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New Fed Rule Could Reduce Foreclosure Prices

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The federal government has proposed new rules that would significantly limit mortgage loan origination fees and possibly result in reduced foreclosure prices.

Today when borrowers seek a new mortgage they typically pay a 1 percent origination fee at closing. If you borrow $100,000, then the fee is $1,000. If you borrow $200,000, the fee rises to $2,000. The origination fee is in addition to any "point" or "loan discount fee" charged by the lender to reduce the interest rate.

The Consumer Financial Protection Bureau says origination fees are unfair because the paperwork associated with processing a mortgage is the same regardless of the amount borrowed. Under the proposed rule lenders could only charge flat upfront fees that do not varying with loan size.

Flat Origination Fee for Mortgage Loans

If the origination fee is flat regardless of mortgage loan size then lenders would have to institute a set charge no matter how big or small the mortgage. If the fee is $2,000 that means when compared with today the borrower who wants a $200,000 mortgage would have the same cost, the borrower with a $300,000 mortgage would pay less and the borrower with a $100,000 mortgage would pay twice as much current fee.

Lenders can set the flat fee at any price. Consumers could then consider the origination fee along with the rate and points when shopping for a loan.

Short Sales & Foreclosures

For short sale and foreclosure borrowers the new rules — if they go to effect — could have two results.

First, some traditional lenders might conclude that with the new mortgage rules the  home lending business has insufficient potential and a lot of liability. The result could be a decision to exit part or even all of the mortgage business. That could mean selling off mortgage units, reducing origination activity,  dumping large numbers of REOs (real estate owned by lenders) and accepting short sale terms that may not have been available previously. Remaining lenders will try to fill the origination void left by the departing players.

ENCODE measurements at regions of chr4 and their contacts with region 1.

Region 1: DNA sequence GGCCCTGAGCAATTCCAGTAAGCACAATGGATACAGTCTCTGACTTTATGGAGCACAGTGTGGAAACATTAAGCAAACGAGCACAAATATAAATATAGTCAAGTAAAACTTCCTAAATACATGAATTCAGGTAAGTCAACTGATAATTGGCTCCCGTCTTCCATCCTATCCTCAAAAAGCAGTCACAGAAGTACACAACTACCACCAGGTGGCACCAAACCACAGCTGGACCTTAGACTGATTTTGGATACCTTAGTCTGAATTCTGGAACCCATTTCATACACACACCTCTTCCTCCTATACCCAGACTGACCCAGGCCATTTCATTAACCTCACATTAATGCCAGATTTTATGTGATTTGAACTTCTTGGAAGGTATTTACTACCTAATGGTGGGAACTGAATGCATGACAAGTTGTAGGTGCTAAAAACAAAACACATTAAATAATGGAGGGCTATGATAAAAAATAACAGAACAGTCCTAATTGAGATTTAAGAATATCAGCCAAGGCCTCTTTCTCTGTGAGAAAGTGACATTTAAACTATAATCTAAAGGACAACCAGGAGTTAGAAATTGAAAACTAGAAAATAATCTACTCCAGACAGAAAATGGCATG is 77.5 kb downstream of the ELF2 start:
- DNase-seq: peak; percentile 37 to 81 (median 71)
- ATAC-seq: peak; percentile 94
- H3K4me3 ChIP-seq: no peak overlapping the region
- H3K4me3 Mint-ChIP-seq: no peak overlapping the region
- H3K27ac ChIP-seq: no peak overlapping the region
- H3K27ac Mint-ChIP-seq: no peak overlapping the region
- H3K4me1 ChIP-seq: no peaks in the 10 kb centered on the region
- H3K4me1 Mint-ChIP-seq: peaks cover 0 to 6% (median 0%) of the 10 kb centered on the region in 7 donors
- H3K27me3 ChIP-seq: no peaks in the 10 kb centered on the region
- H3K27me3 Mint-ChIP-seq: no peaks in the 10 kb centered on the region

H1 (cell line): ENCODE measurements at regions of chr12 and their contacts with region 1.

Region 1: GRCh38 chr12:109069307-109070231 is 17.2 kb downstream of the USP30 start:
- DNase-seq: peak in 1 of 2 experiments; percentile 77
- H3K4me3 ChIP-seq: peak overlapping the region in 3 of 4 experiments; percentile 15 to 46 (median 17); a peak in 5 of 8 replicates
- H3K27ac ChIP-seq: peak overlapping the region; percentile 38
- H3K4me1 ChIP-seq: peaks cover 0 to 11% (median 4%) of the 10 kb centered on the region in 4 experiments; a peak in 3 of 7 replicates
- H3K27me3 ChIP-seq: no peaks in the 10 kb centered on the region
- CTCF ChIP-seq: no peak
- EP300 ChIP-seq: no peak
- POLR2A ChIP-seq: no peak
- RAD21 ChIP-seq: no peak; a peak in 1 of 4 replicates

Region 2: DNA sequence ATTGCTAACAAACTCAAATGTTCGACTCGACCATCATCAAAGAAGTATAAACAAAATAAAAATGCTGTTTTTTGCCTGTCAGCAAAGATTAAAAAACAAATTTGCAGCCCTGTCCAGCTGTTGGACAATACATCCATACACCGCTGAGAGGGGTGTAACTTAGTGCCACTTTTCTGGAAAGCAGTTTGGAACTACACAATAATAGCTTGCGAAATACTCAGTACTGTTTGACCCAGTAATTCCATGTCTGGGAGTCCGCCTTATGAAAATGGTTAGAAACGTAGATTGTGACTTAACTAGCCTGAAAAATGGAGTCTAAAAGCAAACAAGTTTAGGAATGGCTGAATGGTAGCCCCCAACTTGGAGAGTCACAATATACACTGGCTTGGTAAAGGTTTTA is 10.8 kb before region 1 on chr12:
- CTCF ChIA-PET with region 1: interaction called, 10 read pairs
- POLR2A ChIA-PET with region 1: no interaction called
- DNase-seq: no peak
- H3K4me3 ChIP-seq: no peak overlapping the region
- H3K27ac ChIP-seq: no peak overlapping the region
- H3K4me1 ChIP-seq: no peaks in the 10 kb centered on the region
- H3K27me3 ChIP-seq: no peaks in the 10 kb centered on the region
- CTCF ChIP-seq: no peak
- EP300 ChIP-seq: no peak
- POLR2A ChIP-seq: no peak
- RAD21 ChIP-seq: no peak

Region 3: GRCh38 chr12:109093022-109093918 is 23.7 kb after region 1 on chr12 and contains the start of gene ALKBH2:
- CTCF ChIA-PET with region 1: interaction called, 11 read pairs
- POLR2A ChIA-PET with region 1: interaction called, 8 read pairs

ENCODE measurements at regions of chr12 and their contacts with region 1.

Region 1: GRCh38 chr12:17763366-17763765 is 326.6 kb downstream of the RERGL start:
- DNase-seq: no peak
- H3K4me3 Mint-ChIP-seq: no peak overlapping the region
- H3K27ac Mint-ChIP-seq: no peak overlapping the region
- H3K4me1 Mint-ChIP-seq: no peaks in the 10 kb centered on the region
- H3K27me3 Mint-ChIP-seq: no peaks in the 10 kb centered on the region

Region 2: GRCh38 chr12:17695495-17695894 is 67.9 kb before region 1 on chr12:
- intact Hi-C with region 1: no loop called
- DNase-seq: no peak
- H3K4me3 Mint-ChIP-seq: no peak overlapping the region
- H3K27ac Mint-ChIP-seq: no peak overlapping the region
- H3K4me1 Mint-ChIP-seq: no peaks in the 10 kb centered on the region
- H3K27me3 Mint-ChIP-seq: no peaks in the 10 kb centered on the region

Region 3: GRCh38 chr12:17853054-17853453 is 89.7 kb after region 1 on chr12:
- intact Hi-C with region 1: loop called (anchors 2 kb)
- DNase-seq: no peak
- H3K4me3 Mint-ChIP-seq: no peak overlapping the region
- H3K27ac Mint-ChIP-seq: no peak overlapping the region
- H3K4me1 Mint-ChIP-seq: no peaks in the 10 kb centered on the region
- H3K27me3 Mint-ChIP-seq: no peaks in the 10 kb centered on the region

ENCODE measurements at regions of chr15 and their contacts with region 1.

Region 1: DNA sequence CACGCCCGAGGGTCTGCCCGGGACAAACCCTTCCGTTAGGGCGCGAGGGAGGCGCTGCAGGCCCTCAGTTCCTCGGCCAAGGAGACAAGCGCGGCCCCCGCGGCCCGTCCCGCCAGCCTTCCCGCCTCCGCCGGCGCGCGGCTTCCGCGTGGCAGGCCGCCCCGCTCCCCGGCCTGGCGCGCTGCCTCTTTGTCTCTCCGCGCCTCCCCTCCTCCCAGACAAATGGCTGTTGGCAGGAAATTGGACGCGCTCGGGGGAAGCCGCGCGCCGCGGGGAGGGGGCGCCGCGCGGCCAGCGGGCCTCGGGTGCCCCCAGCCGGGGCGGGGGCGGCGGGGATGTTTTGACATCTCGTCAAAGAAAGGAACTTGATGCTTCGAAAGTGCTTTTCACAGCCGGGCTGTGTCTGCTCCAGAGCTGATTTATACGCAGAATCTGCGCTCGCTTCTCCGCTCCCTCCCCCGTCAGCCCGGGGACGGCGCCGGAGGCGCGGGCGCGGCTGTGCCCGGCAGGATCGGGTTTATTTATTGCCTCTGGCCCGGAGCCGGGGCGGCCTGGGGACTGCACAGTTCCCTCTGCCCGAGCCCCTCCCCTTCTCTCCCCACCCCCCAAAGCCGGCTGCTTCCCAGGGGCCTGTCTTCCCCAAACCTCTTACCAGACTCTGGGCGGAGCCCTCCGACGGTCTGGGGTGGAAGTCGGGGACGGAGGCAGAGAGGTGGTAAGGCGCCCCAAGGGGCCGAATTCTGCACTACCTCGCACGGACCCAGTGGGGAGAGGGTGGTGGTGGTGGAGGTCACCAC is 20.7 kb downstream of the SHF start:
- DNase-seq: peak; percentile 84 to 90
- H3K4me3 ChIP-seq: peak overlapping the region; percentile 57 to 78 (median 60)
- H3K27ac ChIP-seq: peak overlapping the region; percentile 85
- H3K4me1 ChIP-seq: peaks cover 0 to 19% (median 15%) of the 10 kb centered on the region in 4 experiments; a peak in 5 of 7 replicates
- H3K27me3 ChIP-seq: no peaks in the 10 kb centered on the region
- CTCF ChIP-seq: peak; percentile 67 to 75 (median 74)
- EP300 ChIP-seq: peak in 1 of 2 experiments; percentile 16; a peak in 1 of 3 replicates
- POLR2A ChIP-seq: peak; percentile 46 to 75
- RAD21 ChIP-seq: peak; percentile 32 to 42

Can't  happen? Consider that several major lenders have already left the FHA reverse mortgage business even though such loans are 100 percent guaranteed by the federal government.

Second, a foreclosure and short sale surge would pressure home prices downward and create more opportunities for value buyers — and more woes for sellers.

Opposition to the flat fee proposal will be enormous so the likelihood of enactment is uncertain if not doubtful. But stay tuned — this is one mortgage debate with real impact on the housing game regardless of which side wins.

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